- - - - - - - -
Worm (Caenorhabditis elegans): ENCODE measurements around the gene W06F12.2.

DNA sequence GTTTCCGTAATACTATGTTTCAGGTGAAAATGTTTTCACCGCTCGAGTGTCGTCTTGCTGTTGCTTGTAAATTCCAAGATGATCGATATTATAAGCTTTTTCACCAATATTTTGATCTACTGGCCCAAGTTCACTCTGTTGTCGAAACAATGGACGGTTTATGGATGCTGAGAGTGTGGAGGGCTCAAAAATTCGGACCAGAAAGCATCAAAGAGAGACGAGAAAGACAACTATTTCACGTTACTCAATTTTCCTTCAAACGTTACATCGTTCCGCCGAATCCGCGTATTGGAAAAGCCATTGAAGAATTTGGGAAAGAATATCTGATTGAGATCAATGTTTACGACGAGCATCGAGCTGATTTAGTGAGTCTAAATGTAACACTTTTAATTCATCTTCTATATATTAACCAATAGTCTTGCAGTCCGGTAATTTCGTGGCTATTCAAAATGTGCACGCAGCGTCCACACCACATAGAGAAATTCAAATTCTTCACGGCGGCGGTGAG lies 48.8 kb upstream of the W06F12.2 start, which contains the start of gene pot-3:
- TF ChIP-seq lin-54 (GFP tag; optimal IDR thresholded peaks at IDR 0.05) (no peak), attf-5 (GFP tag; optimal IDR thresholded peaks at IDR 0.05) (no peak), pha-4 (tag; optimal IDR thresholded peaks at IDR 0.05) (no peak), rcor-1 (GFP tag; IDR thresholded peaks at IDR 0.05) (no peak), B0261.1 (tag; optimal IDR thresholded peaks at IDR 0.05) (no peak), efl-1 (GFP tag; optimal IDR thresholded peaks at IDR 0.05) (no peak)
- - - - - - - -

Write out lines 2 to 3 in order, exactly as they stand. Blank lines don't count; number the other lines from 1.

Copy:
DNA sequence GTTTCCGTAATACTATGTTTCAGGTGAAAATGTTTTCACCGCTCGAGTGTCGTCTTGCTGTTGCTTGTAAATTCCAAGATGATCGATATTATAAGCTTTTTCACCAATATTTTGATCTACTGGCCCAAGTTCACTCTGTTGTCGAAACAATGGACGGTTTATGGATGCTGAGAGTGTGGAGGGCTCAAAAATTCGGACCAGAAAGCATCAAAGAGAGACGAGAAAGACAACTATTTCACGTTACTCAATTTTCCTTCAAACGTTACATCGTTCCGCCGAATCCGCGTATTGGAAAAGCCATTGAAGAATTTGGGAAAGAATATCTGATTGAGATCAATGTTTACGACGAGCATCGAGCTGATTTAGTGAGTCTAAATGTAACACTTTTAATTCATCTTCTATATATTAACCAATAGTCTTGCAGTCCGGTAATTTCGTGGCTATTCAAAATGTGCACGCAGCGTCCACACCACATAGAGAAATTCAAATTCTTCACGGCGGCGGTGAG lies 48.8 kb upstream of the W06F12.2 start, which contains the start of gene pot-3:
- TF ChIP-seq lin-54 (GFP tag; optimal IDR thresholded peaks at IDR 0.05) (no peak), attf-5 (GFP tag; optimal IDR thresholded peaks at IDR 0.05) (no peak), pha-4 (tag; optimal IDR thresholded peaks at IDR 0.05) (no peak), rcor-1 (GFP tag; IDR thresholded peaks at IDR 0.05) (no peak), B0261.1 (tag; optimal IDR thresholded peaks at IDR 0.05) (no peak), efl-1 (GFP tag; optimal IDR thresholded peaks at IDR 0.05) (no peak)